The number of deaths related to opioid overdoses in Alberta doubled in the three months after physical-distancing rules reduced traffic at supervised drug-consumption sites, according to provincial statistics.
Opioid overdoses, which reached a record high in the second quarter, have killed more people in Alberta this year than the coronavirus, while receiving a fraction of the attention from the government and the public. Experts say Alberta’s decision to report overdose deaths quarterly, rather than more frequently, throughout the pandemic contributes to the drug crisis because it keeps the issue out of the public eye.
Jason Luan, Alberta’s Associate Minister for Mental Health and Addictions, noted in a statement that the spike in overdose deaths coincides with an increase in stress caused by the COVID-19 pandemic. His statement does not mention that access to supervised consumption sites, where people can use drugs under the supervision of health-care workers, has been severely curtailed since the middle of March.
“The past few months have led to increased fear and anxiety, isolation, disruption to in-person services, job uncertainty and more,” Mr. Luan’s statement said. “This has exacerbated the struggles of many Albertans, including those struggling with substance use.”
Alberta counted 301 deaths tied to opioid overdoses in April, May and June, according a report released on Wednesday. This is 42 per cent more than the previous high of 211 deaths in the third quarter of 2018, and more than double the 148 opioid-related deaths in the first quarter of 2020. Meanwhile, COVID-19 has killed 260 people in Alberta.
Alberta tallied 40,755 visits to its supervised consumption sites in Edmonton, Calgary, Lethbridge and Grande Prairie, and Red Deer’s overdose prevention facility, in the second quarter, according to the government report. In the first quarter of the year, the province recorded 114,430 visits. (Physical-distancing measures that reduced capacity at the sites began near the end of March, which would have dragged down the number for the first quarter.)
Other jurisdictions have more timely reporting, notably British Columbia, which on Wednesday released data for August.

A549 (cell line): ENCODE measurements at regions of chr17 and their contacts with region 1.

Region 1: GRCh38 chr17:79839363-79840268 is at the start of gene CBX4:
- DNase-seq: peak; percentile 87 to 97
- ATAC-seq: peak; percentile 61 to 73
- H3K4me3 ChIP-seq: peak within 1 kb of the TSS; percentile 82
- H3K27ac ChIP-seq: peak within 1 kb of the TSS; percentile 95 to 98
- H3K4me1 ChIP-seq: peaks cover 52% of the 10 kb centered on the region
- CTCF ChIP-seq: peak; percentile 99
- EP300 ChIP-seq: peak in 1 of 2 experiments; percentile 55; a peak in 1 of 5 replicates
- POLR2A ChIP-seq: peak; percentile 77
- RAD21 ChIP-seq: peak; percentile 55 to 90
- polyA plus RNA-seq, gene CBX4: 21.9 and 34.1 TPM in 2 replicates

The number of deaths in that province related to fentanyl or its analogues so far this year surpasses last year’s total. B.C. releases its overdose data every month, and Provincial Health Officer Bonnie Henry last week signed an order to expand the availability of safer drugs.
Jason Mercredi, the executive director of Prairie Harm Reduction, said not releasing timely overdose data undermines any progress made to combat the crisis by keeping the topic quiet.
“If this was any other health issue, we’d be having press conferences weekly,” he said. “If this was diabetes, if this was cancer, if this was COVID, we’d be seeing a lot more resources and effort.”
In June, Alberta said it would soon release a real-time tracking system for overdoses. Kassandra Kitz, a spokeswoman for Mr. Luan, on Wednesday said the government has not nailed down a launch date. The government has said it did not release overdose information monthly because it would be preliminary. Alberta, like other provinces, publishes daily statistics on COVID-19 and adjusts them when necessary.
Elaine Hyshka, a professor at the School of Public Health at the University of Alberta, noted that facilities and organizations designed to stem the overdose crisis have not received extra cash for the pandemic.
“Harm reduction service providers are scrambling to respond to both the overdose epidemic and COVID-19, and they are doing it with even less resources than they’ve had before," she said. Prof. Hyshka said that while the Alberta government has spent more money in the addictions and mental health system, the programs receiving new funding do not address opioid disorders and are unlikely to reduce the overdose death rate.
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